The European Central Bank president Christine Lagarde called for quick approval of crypto regulations as war and crypto become intertwined and moral quandaries appear. Authorities fear Russia could use digital assets to bypass the sanctions imposed upon them.
Europe depends on Russia for 40% of its natural gas supplies and this has put expected Swift sanctions on standby. Governments and entities looking to pressure Russia will cling to whatever other prohibitions they can impose.
Many fear the currently proposed measures will not be enough as Putin’s strategy most likely had already foreseen this panorama. If authorities see crypto as a tool for Russian efforts to succeed, the introduction of regulatory frameworks might happen faster.
Are Sanctions Enough?
Sanctions over Russian have been imposed by the United States, the European Union, the United Kingdom, Japan, Canada, Taiwan, and New Zealand. The country’s prohibitions mainly target military exports, banks, and oil refineries.
As the French Foreign Minister Jean-Yves Le Drian said, the aim is “asphyxiating Russia’s economy”, but are the current efforts enough?
“President Putin’s decision to escalate the military confrontation into a war suggests a willingness to accept near-term economic pain in favor of securing long-term geopolitical goals,” UBS Chief Investment Officer Mark Haefele said.
“… if banks are the eyes and ears of governments in this space, the explosion of digital currencies is blinding them,” wrote The New York Times.
Many experts worry that it is within Russia’s strategy to use cryptocurrencies to bypass the penalties. Blockchain technology is transparent, but crypto-powered marketplaces working from the dark web are being reported, as well as other money-laundering techniques.
Some experts believe Russia could be looking to become the world’s second-biggest mining hub. The country recently retreated from a proposed crypto ban and moved towards regulation with Putin specifically favoring the benefits of mining activity.
Putin To Use Crypto
Experts believe Russian entities will use any means necessary to diminish the effects of the penalties, and digital assets, out of the reach of banks, could become one of their tools.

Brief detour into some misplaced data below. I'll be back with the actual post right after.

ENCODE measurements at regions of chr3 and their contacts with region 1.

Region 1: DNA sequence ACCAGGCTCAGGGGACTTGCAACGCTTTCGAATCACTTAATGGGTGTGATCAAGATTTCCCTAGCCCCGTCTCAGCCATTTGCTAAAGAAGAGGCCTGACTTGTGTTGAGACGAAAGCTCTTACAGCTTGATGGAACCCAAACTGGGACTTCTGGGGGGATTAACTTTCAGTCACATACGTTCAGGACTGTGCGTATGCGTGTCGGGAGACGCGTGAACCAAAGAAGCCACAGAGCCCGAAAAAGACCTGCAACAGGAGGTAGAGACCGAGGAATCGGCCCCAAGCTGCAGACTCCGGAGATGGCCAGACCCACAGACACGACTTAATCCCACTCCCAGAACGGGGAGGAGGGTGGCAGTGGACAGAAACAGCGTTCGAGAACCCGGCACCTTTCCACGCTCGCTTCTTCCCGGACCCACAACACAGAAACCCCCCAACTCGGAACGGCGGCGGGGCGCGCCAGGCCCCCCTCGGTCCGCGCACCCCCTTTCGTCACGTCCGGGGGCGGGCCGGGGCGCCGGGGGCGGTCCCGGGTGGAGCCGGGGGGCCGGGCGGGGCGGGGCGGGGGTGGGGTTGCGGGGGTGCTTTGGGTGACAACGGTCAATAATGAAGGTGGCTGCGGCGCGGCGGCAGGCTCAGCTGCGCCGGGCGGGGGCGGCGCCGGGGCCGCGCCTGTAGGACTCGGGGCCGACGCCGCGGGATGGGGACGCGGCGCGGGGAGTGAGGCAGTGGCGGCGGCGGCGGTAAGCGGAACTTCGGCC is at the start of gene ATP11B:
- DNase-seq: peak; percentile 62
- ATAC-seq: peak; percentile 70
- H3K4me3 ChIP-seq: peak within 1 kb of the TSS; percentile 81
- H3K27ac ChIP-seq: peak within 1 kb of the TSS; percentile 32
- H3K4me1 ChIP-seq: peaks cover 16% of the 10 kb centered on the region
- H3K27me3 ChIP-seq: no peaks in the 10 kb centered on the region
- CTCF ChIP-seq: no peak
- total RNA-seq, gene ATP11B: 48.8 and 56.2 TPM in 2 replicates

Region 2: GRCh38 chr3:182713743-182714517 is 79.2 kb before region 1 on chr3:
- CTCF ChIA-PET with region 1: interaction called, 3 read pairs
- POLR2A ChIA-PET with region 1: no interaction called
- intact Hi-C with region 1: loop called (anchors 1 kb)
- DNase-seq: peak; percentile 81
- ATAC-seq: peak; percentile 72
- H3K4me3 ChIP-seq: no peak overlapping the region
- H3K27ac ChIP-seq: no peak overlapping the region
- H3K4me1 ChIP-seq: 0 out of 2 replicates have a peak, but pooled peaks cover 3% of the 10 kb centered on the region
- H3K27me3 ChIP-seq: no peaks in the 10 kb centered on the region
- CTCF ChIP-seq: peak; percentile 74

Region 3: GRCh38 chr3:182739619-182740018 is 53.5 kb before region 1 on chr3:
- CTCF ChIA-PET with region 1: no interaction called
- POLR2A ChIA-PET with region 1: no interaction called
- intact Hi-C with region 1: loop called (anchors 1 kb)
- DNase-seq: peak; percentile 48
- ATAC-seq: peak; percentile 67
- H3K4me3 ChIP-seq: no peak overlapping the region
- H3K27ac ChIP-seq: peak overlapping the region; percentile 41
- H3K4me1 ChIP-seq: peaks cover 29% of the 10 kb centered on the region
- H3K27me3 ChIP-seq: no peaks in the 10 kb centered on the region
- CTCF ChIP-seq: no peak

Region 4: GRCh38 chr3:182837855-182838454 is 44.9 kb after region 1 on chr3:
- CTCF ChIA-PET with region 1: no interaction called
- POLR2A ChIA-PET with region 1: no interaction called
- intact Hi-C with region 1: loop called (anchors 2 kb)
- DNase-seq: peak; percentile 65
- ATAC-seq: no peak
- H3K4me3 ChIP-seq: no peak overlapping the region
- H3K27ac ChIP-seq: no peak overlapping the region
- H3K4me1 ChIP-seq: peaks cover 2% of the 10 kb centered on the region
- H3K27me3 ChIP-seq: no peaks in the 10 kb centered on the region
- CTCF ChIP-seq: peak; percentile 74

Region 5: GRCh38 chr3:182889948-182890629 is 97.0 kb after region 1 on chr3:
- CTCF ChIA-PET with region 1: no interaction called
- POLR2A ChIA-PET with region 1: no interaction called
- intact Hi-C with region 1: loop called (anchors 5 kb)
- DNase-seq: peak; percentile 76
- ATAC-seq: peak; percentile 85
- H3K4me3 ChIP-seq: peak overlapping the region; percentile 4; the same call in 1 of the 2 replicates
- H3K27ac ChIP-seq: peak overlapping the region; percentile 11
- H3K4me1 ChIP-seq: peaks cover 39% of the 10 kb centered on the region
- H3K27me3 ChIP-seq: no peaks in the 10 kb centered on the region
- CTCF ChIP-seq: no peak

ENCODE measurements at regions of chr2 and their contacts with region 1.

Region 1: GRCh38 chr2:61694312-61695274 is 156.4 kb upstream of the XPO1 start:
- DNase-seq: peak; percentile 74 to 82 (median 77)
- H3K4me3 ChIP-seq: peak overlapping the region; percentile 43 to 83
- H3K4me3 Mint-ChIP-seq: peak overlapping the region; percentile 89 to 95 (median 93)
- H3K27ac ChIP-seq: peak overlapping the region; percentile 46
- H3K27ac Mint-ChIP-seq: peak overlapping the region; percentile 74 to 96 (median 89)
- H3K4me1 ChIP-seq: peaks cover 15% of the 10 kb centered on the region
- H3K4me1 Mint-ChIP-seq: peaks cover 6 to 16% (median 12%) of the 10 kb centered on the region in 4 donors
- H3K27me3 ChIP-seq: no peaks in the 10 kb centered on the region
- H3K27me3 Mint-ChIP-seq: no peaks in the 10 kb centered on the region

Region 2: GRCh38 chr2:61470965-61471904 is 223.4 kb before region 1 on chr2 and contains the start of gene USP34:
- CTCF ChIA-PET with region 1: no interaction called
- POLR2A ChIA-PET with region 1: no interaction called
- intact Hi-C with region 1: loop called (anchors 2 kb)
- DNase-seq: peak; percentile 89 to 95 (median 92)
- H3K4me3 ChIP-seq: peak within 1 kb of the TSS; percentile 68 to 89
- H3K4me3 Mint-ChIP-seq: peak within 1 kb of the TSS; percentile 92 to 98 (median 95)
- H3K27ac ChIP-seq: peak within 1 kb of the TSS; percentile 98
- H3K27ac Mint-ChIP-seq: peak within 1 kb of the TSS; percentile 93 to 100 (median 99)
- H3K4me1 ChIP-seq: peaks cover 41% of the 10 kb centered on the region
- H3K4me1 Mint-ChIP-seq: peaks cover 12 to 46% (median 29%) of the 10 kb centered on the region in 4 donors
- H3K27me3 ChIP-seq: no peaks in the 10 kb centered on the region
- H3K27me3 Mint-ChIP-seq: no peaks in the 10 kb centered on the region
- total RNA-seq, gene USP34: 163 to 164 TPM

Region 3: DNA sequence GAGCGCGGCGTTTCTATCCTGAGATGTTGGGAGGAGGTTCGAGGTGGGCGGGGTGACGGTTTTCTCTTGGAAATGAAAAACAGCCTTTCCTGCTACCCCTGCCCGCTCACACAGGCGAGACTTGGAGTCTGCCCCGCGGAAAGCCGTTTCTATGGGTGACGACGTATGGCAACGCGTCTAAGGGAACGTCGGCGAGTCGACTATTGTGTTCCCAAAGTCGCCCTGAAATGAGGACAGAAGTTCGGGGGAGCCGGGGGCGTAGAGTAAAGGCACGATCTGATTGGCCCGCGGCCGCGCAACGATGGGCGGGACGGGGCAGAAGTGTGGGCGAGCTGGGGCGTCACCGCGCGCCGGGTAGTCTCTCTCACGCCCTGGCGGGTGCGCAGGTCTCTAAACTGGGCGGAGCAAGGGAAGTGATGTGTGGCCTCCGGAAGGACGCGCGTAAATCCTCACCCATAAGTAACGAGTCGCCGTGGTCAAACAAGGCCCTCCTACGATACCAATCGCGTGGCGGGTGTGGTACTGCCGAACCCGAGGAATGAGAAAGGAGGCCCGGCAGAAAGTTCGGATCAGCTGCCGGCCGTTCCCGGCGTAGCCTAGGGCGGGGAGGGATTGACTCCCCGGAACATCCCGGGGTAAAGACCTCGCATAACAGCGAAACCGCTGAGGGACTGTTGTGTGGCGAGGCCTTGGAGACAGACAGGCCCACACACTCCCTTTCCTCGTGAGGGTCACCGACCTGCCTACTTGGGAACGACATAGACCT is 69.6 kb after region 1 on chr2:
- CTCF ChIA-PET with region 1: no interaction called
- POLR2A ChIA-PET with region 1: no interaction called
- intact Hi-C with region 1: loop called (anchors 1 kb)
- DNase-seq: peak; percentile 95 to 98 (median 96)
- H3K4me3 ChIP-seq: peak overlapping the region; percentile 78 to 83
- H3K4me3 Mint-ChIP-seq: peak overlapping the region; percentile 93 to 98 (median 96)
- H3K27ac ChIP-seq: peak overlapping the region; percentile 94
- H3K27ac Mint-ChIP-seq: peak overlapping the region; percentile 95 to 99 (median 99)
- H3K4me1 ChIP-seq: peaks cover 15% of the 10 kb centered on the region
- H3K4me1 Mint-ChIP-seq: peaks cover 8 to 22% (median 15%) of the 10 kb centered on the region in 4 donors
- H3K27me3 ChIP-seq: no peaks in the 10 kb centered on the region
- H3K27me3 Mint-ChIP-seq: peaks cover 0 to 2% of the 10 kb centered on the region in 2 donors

In an informal meeting of the Economic and Financial Affairs Council (ECOFIN) the European Central Bank president Christine Lagarde said the following:
“Whenever there is a ban, a prohibition, or a mechanism in place to boycott or prohibit, there are always criminal ways to try to circumvent a prohibition, which is why it’s so critically important that MiCA is pushed through as quickly as possible so we have a regulatory framework within which crypto assets can actually be caught in a regulatory framework”
She also claimed that there are ways to ensure criminal activity is properly dealt with.
Markets in Crypto-Assets (MiCA) is a proposed regulation in EU law the parliament has been working on since 2020, but the pace towards its implementation may not happen as quickly as Lagarde hopes for. It is yet to be formally introduced to lawmakers, approved by them, then reach a consensus amongst EU member states.
Moreover, the EU parliament has been urged to take the alleged environmental impact of blockchain technology into consideration. Many activists have intended to pressure towards a ban of crypto mining, but EU parliamentarian Stefan Berger stated he does not believe MiCA’s regulatory package is meant to settle technological or energy-related rules.
However, the question arises whether current geopolitical concerns might push to change this view. The consulting firm Elliptic alleged last year that Iran uses Bitcoin mining to circumvent trade embargoes and gain millions of dollars in revenue.
Will the aim to suffocate Russia extend to the crypto industry?
The times are full of uncertainty and it is fair to remember that nobody wins a war.
The crypto market is still young and these events could easily be turned into a narrative that favors the positions of banks so fiat money can prevail and step down on crypto. War quickly becomes more about money than it is about the people who suffer it. The strength of entities, governments, financial systems, and the digital era is now under test.